[governance] FW: TP: city government exercising policy on Google Applications / consumer rights / Consumer Protection Act / trial period

Kerry Brown kerry at kdbsystems.com
Thu Jul 14 02:45:46 EDT 2011

Hello Paul

I'd like to clear up a few possible misconceptions.

I am not against all bureaucracies. They are sometimes necessary. My belief is that bureaucracies often become inefficient over time. We should avoid creating new ones whenever possible. Elected officials should have a close oversight role to ensure bureaucracies do not become inefficient fiefdoms that are a law unto themselves.

I am indeed a director at the Canadian Internet Registration Authority. I was elected to the board three years ago. My term will be up in September and I intend to run again. I originally ran for the board because I wanted to reduce the amount of bureaucracy involved with running the dot-ca ccTLD. When I was elected I was pleasantly surprised to find most of the existing directors shared my concerns. The board was already working on plans to reduce the bureaucracy. Since that time CIRA has implemented new registry software and policies that have made it much easier for Canadians to register and manage their dot-ca  domains.

CIRA has also recognised some of the problems you have pointed out with the CDRP policy. We undertook a public review of the policy and are in the final stages of updating the policy to make it quicker and less expensive. The reason for having a CDRP outside of the judicial system is to reduce the cost and the bureaucratic red tape associated with going through the judicial system. As you mention if the process outside of the judicial system fails, either side can always fall back to that.

Of course CIRA keeps a record of who registers domains. That is the essence of running a registry. CIRA does not track registrants other than to match them to domain names, ensure they meet the Canadian presence requirements, and possibly send them surveys to see if we are meeting their needs. In fact CIRA is one of the most progressive registries when it comes to registrants. By default all individual registrant information is private. Even law enforcement agencies can't access this information without going through a process first. The registrant will be advised their information was accessed. In some law enforcement cases this notification may be delayed up to 60 days or possibly longer if a court intervenes.

We obviously disagree on where IP rights are going but as I don't have a functioning crystal ball we'll have to agree to disagree.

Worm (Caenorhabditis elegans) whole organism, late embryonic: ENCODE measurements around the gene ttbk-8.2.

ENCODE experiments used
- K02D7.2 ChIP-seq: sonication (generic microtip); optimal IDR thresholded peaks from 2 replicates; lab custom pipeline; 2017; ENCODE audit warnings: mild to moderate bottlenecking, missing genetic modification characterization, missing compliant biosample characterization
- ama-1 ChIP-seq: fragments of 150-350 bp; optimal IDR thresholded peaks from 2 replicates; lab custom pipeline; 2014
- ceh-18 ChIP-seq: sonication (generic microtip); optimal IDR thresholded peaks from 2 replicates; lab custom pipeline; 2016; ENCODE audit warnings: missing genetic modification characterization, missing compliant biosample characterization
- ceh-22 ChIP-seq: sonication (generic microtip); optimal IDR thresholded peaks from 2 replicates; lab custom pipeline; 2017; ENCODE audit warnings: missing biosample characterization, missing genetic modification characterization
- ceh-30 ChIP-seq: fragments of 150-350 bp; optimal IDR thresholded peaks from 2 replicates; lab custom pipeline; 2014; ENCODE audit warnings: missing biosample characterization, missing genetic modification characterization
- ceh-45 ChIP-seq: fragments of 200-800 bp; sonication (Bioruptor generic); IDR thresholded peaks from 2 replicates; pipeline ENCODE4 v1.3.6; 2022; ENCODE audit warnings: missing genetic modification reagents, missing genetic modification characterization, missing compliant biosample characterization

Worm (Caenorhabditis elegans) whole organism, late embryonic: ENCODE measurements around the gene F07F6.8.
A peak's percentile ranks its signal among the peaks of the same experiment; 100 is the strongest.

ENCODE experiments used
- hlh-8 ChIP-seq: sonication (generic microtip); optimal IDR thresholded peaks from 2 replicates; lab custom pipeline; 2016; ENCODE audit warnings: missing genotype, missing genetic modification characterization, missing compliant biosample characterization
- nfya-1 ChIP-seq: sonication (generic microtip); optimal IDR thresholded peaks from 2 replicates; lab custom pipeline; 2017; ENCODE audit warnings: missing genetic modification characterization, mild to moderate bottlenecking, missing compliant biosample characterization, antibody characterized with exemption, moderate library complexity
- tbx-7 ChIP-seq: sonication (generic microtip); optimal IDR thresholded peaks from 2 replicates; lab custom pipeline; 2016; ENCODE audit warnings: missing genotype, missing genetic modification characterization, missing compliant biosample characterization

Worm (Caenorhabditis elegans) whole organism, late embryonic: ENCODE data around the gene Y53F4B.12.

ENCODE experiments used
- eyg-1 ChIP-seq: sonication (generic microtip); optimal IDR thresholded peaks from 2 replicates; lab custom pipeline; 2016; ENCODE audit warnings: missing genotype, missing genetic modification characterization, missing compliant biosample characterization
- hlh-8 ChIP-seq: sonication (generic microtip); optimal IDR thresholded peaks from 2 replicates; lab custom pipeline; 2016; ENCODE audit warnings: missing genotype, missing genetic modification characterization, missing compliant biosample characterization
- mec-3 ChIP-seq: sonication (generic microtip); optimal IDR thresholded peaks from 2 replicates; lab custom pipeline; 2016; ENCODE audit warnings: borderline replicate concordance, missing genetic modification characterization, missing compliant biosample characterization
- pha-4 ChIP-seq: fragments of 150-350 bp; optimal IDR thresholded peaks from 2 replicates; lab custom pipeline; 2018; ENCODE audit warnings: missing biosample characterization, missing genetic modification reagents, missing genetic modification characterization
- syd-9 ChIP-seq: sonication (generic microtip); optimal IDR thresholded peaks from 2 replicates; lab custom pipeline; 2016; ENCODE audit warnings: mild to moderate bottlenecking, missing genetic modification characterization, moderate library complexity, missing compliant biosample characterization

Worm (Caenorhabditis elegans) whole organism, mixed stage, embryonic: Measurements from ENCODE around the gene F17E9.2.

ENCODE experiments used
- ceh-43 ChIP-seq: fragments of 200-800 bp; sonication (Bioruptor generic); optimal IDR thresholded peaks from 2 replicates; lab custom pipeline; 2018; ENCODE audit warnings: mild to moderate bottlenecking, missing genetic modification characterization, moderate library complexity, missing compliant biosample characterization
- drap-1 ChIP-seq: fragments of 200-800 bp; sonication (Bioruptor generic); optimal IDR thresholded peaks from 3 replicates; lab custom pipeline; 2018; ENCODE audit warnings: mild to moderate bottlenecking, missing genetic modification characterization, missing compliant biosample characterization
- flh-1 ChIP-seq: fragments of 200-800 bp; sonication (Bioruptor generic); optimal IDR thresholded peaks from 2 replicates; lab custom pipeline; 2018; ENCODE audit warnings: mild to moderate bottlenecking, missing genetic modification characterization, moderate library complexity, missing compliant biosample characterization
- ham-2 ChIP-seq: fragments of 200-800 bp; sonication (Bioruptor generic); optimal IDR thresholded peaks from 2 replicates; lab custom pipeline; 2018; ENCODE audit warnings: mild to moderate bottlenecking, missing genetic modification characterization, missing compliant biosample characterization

Lastly I take it you are not that familiar with Canadian politics. The recently elected Conservative government has rolled several bills which died on the floor when the last election was called into an omnibus bill. This bill includes the legislation I mentioned earlier. They have indicated this new omnibus bill will be a priority. As they have a substantial majority in parliament it is almost assured the bill will pass. The part of the bill regarding forcing ISPs to track users and make the results available to law enforcement agencies with no court oversight may be amended but it is certain it will be in there in some form.

Kerry Brown

> -----Original Message-----
> From: Paul Lehto [mailto:lehto.paul at gmail.com]
> Sent: July-13-11 8:35 PM
> To: governance at lists.cpsr.org; Kerry Brown; Michael Gurstein
> Subject: Re: [governance] FW: TP: city government exercising policy on
> Google Applications / consumer rights / Consumer Protection Act / trial
> period
> On 7/13/11, Kerry Brown <kerry at kdbsystems.com> wrote:
> > Phillippe
> >
> > Thanks for the thoughtful response, You are more optimistic than I on
> > how bureaucracies work.
> Kerry, according to your company's website, you are appointed to a private
> bureaucracy called CIRA, the Canadian Internal Regulation Authority (CIRA).
> CIRA took over Canadian domain name registration from the University of
> British Columbia in 2000, and operates as a private nonprofit
> corporation.   CIRA has its own judicial system via arbitration, and
> when a complaint is filed with one of the providers selected by CIRA the
> Registrant of the domain "must submit" to the CIRA-authorized arbitration
> process.  Anyone owing a CIRA provider money from a past arbitration is
> barred from filing any actions until paid no matter how meritorious the action
> may be, a policy that doesn't apply in any governmental court system that I
> know of.  Regarding any CIRA arbitration, the Provider may not supplement
> the rules set forth by CIRA (  ), and neither the Complainant nor the
> Respondent will be allowed to argue that any foreign or domestic laws or
> legislation should be considered in a CIRA-authorized arbitration, and even
> the Provider, Complainant and Respondent combined lack the power to
> amend or waive a CIRA rule:  only the written express permission of CIRA can
> do that. See para. 1.2 & 1.7 at
> http://www.cira.ca/assets/Documents/Legal/Dispute/CDRPrules.pdf  CIRA
> rules state that no in-person hearing is allowed, not even a telephone